Let’s face it – to be competitive in a large number of career fields, you need to have a college degree of some sort. Although getting the extra education and acquiring new skills are great things, a lot of students struggle with the overall costs.
That’s where these financial aid tips come into play.
You’ve probably heard stories about students going to college for free or landing a huge scholarship that allowed them to go to a private school instead of a state one. These stories are great to hear, but the reality is that a lot of students end up being unable to relate.
As a former student who has been down the college path both for undergraduate and graduate degrees, I wanted to put my own financial aid tips out there so that students could get a realistic perspective and approach for how to handle the process.
Complete the FAFSA On-Time
When a school tells you that they give priority to students who complete their FAFSA before a certain date, they really mean it. I think that a lot of people delay the process because it can be time-consuming, especially if you haven’t filed your taxes yet or you have tons of paperwork together (think tax information from your parents, etc.).
You could probably call all the colleges in the country and I guarantee that almost all of the people you would talk to would ask if you have completed your FAFSA yet. Do yourself a favor and fill out the form as soon as possible, ideally before March 1st. Doing this one step will help set the stage for the rest of the financial aid tips below.
Financial Aid Tips Regarding the FAFSA:
- Complete no later than March 1st
- Have your parent’s tax returns and documents on-hand
- Have your personal tax returns and documents on-hand
- Know which school’s you will need to look up codes for (or know the codes)
- Know you and your parent’s personal identifying information (DOB, SSN, etc.)
- Have your PIN set up
Understand All of Your School’s Financial Aid Forms
One out of every three college students will be chosen for verification, meaning that you’ll be required to submit a whole bunch of extra paperwork in addition to the FAFSA that you completed.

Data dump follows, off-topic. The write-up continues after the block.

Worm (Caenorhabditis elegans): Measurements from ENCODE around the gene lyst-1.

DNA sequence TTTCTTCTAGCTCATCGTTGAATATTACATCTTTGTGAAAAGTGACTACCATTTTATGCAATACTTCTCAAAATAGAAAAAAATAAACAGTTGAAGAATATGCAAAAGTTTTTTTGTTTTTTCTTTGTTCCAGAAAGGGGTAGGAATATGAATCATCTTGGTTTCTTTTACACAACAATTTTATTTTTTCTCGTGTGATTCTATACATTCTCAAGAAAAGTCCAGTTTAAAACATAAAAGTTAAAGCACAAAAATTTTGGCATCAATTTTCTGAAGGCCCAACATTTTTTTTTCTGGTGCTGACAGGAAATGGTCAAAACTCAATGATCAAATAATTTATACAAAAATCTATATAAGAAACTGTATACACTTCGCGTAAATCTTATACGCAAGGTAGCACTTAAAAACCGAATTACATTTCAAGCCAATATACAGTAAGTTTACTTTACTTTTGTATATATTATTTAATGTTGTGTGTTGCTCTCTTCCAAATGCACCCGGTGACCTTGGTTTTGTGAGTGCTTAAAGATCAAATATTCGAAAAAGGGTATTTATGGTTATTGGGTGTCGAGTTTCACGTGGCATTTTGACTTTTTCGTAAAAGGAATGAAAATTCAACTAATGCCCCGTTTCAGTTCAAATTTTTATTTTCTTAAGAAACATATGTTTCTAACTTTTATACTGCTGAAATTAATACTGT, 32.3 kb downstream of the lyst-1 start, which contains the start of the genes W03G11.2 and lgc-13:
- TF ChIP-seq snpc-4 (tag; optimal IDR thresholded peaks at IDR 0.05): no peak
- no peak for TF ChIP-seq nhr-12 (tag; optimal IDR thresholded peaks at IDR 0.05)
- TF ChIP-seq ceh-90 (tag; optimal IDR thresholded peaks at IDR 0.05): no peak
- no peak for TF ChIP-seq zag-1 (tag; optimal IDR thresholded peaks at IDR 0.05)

You can get a head start on gathering these documents by going to your school’s financial aid website and looking through all the various forms that are available. They should tell you who needs to fill out which form and what information needs to be included. If you have questions or can’t find the forms, contact someone at the school and ask them which forms might be required if you get chosen for verification, need to prove residency, or have another life circumstance happen.
I listed this in my financial aid tips for college students because it can save you a lot of time and stress later on. The worst thing that could happen is that you don’t have to turn in any additional paperwork and you get your awards without extra effort.
Reduce Your Awarded Loan Amounts
A lot of students don’t realize that just because the school offered you “x” amount of dollars in loans doesn’t mean you have to take that full amount. Take the time to calculate out how much you really need for tuition, fees, housing, meals, and extra expenses. Once you’ve done that, add up how much financial aid you’ve received. If you have some extra leftover, think about reducing the amount of the loans you received.
This is one of those financial aid tips that will potentially save you lots of money in the long run because you will have less interest to deal with. Trust me… that stuff adds up quick!
If you have specific questions, make sure you speak to a financial aid officer at your school.
If You Have Extra Financial Aid, Use It to Pay Down Student Loans
The financial aid tips for actually spending your money can vary greatly, but I wanted to present at least a few options that you have. One of the biggest things I’ve learned since leaving college is that student loans are not fun to deal with, meaning you should get rid of them as soon as possible.
A lot of college students take their full financial aid packages during the first semester of two because they want to make sure all of their expenses are covered. After this initial period, many find that they actually can cut back on dining expenses, save money on textbooks, and reduce costs other ways, so that leaves them with a little extra money in their student account.
One of the biggest financial aid tips I can give to students who have this opportunity is to pay off student loans as quickly as possible. I know it can be tempting to use the extra money to buy some new clothes, a new laptop, or buy some cute school supplies at the bookstore, but try your hardest to resist! Get those loans out of the way so that you can enjoy a debt-free life earlier on.
Ways to Cut Expenses so That Your Loans Don’t Get Out of Control
- Buy used textbooks or rent them
- Choose the cheapest dining plan that fits your eating habits
- Don’t feel like you have to go with the most expensive dorm room or housing option
Financial Aid Tips for Everyone: Find and Apply for Scholarships at Any Time!
You don’t have to be a new freshman in college to be eligible for scholarships. There are tons of awards available for students and potential students from all walks of life! Take the time to do some searches on the internet, through a scholarship board, or in your community to see what’s out there. The free money is waiting for you!
The ultimate goal of these financial aid tips is to help you think practically while also reducing some of the stress that you might experience from all the money talk that goes on in college. What are some things that you can think of that might help college students who are going through this process right now?
Want more info? Check out these posts:
- Financial Advice for College Students: Must-Know Tips
- College Financial Aid: 10 Free Websites You Need to Use